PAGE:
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Posted by Tim Martin
Posted 14 February 2018
Political intrigue. High stakes drama. Inside baseball. This post is about something that is important but not exciting.
Facts: Next week, the IEEE LTSC xAPI TAG will be taking a vote about if and which aspects of xAPI 1.0.3 to propose to the broader IEEE for consideration as a standard.
I’m firmly amongst the xAPI pragmatists, seeking shorter term gains and use cases where xAPI is legitimately better than other solutions. This active group, the TAG, is crucial in that it will be able to explore and innovate allowing the utility of xAPI to grow beyond what is currently well supported. Simply, xAPI and its supporting technologies are already useful but not yet sufficient for everything people hope it can be. The work matters, and it needs a home. This seems to be that home.
The details come with full credit to Shelley Blake-Plock and Avron Barr for their clarity and content.
Posted by Tim Martin
Posted 8 December 2017
I’m sorry. My bad. Mea culpa.
I wrote this all the way back in September, and I told you I’d follow it up with a further post one week later. It’s now eleven weeks and one day later and I still don’t have an answer for you. To be honest, I am struggling to discern which pieces of work would best support the xAPI community and Rustici Software. We’re talking about it here frequently, and haven’t reached consensus. And for that reason, I’m not making commitments and we’re not starting the process of building anything yet.
We’re active, yes. There’s good work happening at the IEEE LTSC TAG xAPI, and we’re doing a bit of it. And ADL has published new BAA requests, and we’re considering those. But mostly, we’re patient. We’re thinking through what we could build and if it’s the best use of our energies.
So, for the time being, please accept my apologies for naively predicting I would have something conclusive to say a week later. I’ll keep trying.
Posted by Kirsty Hughan
Posted 11 October 2017
Last week, the Department of Defense (DoD) signed the updated DoDI 1322.26 Distributed Learning (DL). The latest DoDI advises all entities within the DoD to procure eLearning technology solutions that are compliant with the SCORM or Experience API (xAPI) specifications.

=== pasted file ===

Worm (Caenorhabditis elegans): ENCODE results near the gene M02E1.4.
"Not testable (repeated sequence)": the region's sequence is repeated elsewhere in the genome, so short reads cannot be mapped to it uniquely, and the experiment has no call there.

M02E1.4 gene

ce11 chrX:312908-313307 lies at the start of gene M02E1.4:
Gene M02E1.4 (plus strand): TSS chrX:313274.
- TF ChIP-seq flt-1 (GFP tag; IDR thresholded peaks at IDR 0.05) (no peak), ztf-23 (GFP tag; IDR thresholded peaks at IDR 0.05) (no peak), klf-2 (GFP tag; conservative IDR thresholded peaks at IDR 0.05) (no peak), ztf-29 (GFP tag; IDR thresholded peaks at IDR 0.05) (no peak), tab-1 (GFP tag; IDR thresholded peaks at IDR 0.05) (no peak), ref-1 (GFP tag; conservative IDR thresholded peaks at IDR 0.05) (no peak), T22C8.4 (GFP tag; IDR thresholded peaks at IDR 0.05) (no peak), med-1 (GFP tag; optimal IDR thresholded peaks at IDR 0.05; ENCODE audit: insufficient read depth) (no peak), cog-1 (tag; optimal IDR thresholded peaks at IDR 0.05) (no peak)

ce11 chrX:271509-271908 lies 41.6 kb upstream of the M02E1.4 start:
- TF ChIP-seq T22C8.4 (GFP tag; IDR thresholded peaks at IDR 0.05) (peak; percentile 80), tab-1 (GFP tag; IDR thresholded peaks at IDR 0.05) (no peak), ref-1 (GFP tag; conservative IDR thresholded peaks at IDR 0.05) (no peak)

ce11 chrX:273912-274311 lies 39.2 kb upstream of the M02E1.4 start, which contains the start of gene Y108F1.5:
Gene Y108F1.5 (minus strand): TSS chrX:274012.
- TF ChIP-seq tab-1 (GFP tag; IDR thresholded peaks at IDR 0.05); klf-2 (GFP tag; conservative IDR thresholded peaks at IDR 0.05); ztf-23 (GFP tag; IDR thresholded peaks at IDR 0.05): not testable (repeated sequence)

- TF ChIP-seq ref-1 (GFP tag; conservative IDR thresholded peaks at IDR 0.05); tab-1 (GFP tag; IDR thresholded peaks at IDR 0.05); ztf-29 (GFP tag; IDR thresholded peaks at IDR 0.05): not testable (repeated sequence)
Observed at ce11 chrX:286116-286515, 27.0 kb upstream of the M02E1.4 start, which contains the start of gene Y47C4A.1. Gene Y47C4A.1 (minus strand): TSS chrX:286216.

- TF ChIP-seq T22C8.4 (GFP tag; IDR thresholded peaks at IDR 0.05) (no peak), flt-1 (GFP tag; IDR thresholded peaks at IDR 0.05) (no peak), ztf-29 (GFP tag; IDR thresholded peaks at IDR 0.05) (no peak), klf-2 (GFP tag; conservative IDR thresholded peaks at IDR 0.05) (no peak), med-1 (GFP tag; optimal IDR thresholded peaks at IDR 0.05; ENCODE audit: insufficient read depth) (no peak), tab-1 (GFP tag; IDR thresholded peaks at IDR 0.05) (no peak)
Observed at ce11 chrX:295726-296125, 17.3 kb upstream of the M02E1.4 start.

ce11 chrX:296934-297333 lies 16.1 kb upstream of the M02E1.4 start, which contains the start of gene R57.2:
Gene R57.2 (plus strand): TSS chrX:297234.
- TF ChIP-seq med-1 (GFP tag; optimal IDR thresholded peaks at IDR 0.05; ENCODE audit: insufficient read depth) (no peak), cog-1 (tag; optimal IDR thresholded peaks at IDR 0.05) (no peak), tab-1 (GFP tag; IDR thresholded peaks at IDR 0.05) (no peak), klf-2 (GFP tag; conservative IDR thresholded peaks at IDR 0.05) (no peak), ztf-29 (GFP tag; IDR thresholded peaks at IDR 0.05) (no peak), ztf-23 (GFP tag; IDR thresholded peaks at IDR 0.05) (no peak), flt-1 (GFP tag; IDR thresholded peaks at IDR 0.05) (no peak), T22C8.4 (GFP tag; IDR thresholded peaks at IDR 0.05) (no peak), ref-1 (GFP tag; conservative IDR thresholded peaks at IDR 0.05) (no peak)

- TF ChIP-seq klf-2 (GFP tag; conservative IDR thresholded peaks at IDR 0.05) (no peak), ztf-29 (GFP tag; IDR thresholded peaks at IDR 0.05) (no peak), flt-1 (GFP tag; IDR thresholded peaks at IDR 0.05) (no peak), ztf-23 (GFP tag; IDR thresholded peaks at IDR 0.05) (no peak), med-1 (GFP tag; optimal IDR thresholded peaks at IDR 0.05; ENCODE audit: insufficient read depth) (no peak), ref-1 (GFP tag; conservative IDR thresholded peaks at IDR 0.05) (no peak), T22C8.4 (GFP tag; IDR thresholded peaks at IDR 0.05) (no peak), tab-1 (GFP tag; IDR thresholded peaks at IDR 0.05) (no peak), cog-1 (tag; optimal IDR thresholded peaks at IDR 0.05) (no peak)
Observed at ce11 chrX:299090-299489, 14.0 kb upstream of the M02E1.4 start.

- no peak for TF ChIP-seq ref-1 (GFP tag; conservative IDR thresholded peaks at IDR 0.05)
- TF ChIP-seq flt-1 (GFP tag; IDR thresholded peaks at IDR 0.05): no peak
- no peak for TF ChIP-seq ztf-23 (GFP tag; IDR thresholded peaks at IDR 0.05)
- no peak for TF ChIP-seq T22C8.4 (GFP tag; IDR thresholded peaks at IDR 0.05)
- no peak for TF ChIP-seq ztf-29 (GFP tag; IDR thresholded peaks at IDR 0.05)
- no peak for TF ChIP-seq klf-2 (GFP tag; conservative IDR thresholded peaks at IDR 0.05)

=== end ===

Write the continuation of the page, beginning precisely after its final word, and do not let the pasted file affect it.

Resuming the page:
This Instruction replaces the 2006 version of DoDI 1322.26, “Development, Management, and Delivery of Distributed Learning,” which mandated (as opposed to advised) the use of SCORM in all eLearning technology used by the DoD. With the updated DoDI released, DoD entities can source the right DL solution based on their requirements, as opposed to being limited by the SCORM-focused scope of the older Instruction.
The 2006 DoDI required any DL technology to be SCORM conformant. After xAPI was released in 2013, it was hard for government organizations to purchase modern products as xAPI was not supported by the existing Instruction and there was no way to verify if an xAPI solution conformed to the specification. Now, government organizations have the flexibility to procure the right technical solution based on their requirements, and a means to verify that the products conform to either SCORM or xAPI.
We are excited because this is the culmination of a lot of work for many people at both ADL and Rustici Software. In 2015, we at Rustici were awarded a BAA from ADL to help them revise the 2006 DoDI 1322.26. You can read more about that story on the Rustici Software blog if you’d like.
Lucky for you, ADL recently launched a list of Conformant LRSs as part of their xAPI Adopter Registry. If you’re looking to procure an xAPI conformant LRS, this is a great place to start. If you’re looking for resources about xAPI conformance, check out the official xAPI reference and support resource for DoDI 1322.26.
Posted by Tim Martin
Posted 21 September 2017
A couple of days ago, I wrote about the state of ADL and Rustici Software’s take on it. One of the real community leaders, Aaron Silvers, then shared his perspective, partially in response. If you read them both, you’ll see some overlap and gaps in our responses, but the thing I want to address is that it seemed Aaron was asking a question or making a request of me (Tim?) or Rustici Software in the process.
Important note for those unfamiliar with this space: I work at Rustici Software, a for-profit software company. Since we started working with standards in 2003, we’ve been active within the community and try to build software that spares customers having to deal with the standards. This website, like scorm.com before it, is how we interact with and provide resources to that community.
Aaron may not have been asking these questions, but in order to answer his, I have to explore two questions:
There are two kinds of work that are clear yeses for us.
Number two is a little less obvious, but just as true. Back in the SCORM days, one of the fundamental problems was that it was simply tough to tell what was going on when a LMS launched a piece of content. As good developers do, the venerable Mike Rustici added debugging tools so he could see what was going on. (Keep in mind, this was way back in the days prior to good debugging tools being built directly into the browsers.) Mike was solving a problem he had, but he quickly saw the broader utility of those debugging tools.